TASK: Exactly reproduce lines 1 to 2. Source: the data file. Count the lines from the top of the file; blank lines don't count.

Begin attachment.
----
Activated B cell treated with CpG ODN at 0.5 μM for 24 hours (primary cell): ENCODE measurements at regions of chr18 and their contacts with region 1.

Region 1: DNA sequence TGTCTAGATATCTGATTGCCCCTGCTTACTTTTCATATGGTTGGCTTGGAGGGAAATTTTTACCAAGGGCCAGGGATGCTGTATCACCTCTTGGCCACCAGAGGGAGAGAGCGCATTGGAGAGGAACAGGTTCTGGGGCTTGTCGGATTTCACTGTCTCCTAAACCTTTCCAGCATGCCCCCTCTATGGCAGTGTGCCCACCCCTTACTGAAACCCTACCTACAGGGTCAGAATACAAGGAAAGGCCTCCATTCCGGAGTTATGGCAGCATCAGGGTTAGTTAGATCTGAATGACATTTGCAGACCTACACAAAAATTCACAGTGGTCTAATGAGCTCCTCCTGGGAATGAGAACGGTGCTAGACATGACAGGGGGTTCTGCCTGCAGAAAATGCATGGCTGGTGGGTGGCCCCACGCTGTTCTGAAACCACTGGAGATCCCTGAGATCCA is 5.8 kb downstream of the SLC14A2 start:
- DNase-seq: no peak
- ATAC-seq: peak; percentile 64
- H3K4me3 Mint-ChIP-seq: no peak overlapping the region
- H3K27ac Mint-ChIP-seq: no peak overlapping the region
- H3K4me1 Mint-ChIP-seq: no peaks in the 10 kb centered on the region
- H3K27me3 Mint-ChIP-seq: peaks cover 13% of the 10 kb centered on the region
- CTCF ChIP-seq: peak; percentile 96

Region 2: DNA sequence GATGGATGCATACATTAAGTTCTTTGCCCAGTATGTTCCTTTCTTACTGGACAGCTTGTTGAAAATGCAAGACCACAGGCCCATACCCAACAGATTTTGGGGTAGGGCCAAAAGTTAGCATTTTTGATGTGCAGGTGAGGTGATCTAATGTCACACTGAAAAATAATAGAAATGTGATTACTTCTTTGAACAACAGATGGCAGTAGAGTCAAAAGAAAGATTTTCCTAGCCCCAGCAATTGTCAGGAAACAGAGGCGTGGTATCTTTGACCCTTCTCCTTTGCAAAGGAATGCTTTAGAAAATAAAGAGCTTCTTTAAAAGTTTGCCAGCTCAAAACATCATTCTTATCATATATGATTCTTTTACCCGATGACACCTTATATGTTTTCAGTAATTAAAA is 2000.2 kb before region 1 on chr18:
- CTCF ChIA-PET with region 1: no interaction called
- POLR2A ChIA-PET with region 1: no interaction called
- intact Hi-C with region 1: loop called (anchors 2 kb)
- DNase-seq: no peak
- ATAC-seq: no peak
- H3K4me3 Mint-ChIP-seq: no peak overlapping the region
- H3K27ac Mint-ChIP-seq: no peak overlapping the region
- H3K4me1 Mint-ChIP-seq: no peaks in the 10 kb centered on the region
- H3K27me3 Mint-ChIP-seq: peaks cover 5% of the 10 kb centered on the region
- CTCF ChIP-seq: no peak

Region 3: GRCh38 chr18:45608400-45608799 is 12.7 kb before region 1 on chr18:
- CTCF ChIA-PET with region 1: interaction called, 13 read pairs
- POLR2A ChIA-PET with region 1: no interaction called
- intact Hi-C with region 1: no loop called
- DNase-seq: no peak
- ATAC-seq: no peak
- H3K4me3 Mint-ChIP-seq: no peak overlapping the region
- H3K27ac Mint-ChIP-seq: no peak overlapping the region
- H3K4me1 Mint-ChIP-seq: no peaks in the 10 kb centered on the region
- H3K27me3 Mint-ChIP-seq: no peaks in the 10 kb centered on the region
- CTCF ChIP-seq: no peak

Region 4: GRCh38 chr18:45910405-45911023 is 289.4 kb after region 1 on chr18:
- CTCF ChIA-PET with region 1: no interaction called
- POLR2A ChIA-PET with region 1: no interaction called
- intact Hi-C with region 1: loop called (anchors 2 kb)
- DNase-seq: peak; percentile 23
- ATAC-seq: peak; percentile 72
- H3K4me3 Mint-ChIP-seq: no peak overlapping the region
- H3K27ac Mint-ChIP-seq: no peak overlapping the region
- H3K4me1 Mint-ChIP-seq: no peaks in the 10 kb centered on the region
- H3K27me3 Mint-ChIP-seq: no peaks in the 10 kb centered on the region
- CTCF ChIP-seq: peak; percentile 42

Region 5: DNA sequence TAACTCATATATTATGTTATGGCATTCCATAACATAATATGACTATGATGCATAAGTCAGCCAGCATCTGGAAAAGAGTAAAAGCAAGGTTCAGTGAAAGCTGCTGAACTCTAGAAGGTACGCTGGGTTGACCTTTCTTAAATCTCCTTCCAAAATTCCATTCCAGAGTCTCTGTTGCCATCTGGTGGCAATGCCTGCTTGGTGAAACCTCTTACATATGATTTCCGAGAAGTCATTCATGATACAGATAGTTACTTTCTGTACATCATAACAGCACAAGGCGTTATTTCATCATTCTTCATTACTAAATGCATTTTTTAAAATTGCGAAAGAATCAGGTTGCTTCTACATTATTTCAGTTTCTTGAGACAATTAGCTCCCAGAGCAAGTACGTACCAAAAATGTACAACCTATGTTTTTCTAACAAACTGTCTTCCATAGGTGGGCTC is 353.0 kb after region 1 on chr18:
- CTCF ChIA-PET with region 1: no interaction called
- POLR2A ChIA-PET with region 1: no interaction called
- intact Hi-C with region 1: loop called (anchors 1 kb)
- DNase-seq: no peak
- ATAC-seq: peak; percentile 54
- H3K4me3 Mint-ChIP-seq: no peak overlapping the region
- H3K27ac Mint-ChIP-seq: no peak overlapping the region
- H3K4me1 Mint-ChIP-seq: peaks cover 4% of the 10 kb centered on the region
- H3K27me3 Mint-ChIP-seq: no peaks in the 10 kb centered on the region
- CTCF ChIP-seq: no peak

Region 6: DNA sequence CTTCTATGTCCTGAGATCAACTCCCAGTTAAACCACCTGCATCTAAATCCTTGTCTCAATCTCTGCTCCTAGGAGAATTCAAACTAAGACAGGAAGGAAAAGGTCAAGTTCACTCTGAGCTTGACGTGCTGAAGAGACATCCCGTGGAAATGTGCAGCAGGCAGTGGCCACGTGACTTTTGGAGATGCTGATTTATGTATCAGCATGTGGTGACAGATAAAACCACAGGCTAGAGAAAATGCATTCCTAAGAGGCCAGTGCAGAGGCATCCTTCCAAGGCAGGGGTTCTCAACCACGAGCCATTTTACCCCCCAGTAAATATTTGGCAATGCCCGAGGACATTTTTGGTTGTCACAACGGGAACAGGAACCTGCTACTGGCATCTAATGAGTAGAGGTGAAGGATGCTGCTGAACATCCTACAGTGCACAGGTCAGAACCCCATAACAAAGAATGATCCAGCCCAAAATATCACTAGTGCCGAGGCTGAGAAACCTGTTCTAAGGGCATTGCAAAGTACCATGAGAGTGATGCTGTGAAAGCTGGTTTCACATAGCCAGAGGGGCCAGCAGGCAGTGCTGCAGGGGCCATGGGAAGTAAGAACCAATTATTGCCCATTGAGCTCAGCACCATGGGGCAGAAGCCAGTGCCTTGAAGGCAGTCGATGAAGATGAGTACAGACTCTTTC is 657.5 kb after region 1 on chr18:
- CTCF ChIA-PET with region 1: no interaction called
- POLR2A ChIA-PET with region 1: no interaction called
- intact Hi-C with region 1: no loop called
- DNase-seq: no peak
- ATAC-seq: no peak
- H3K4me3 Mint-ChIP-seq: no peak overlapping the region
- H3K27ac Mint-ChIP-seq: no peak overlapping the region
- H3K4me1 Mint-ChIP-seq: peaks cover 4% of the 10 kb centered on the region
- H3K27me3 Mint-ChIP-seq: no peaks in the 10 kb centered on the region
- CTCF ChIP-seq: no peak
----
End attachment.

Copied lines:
Activated B cell treated with CpG ODN at 0.5 μM for 24 hours (primary cell): ENCODE measurements at regions of chr18 and their contacts with region 1.

Region 1: DNA sequence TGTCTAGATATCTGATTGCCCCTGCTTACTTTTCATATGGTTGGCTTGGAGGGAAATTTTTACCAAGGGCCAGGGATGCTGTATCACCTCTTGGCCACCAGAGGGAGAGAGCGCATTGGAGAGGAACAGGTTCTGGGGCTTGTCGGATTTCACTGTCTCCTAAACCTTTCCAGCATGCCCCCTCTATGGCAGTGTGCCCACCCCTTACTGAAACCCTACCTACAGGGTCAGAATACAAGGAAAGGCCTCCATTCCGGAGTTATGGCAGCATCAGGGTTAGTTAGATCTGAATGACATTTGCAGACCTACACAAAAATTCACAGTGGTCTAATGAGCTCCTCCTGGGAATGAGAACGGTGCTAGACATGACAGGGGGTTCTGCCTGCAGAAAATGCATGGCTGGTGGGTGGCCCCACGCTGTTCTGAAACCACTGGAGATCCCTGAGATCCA is 5.8 kb downstream of the SLC14A2 start: